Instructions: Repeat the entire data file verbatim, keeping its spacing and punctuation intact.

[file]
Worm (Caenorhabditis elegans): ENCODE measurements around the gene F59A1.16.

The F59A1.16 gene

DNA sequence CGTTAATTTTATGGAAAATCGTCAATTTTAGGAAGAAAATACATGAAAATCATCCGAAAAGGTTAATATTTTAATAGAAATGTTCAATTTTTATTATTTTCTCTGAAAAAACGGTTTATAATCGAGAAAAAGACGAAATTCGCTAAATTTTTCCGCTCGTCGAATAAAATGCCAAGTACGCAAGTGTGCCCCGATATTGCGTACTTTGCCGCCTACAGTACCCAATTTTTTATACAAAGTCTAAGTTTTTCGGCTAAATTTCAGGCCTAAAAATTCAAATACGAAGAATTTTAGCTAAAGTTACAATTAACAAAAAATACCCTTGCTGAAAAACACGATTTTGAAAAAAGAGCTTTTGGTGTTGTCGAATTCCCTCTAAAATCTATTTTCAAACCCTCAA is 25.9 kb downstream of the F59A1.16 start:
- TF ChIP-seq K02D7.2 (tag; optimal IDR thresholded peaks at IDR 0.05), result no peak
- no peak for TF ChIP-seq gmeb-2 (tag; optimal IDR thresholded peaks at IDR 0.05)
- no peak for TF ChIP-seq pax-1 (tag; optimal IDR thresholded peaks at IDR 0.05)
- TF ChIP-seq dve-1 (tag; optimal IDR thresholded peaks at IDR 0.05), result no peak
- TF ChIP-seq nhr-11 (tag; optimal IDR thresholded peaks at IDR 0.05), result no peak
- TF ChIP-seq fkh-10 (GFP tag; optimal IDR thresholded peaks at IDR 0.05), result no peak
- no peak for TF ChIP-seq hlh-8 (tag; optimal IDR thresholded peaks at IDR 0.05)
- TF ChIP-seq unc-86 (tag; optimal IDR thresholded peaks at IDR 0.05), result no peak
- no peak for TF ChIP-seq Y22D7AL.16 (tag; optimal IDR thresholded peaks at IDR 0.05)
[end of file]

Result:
Worm (Caenorhabditis elegans): ENCODE measurements around the gene F59A1.16.

The F59A1.16 gene

DNA sequence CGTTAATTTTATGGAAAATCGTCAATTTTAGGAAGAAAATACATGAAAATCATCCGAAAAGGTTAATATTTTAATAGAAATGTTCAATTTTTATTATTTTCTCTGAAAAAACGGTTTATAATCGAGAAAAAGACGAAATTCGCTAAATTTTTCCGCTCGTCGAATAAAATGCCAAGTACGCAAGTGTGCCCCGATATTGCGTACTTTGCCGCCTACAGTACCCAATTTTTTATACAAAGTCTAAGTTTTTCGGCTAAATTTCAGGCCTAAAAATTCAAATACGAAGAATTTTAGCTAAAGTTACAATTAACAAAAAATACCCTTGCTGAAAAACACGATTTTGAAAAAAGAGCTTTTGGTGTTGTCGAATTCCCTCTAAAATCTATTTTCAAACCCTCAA is 25.9 kb downstream of the F59A1.16 start:
- TF ChIP-seq K02D7.2 (tag; optimal IDR thresholded peaks at IDR 0.05), result no peak
- no peak for TF ChIP-seq gmeb-2 (tag; optimal IDR thresholded peaks at IDR 0.05)
- no peak for TF ChIP-seq pax-1 (tag; optimal IDR thresholded peaks at IDR 0.05)
- TF ChIP-seq dve-1 (tag; optimal IDR thresholded peaks at IDR 0.05), result no peak
- TF ChIP-seq nhr-11 (tag; optimal IDR thresholded peaks at IDR 0.05), result no peak
- TF ChIP-seq fkh-10 (GFP tag; optimal IDR thresholded peaks at IDR 0.05), result no peak
- no peak for TF ChIP-seq hlh-8 (tag; optimal IDR thresholded peaks at IDR 0.05)
- TF ChIP-seq unc-86 (tag; optimal IDR thresholded peaks at IDR 0.05), result no peak
- no peak for TF ChIP-seq Y22D7AL.16 (tag; optimal IDR thresholded peaks at IDR 0.05)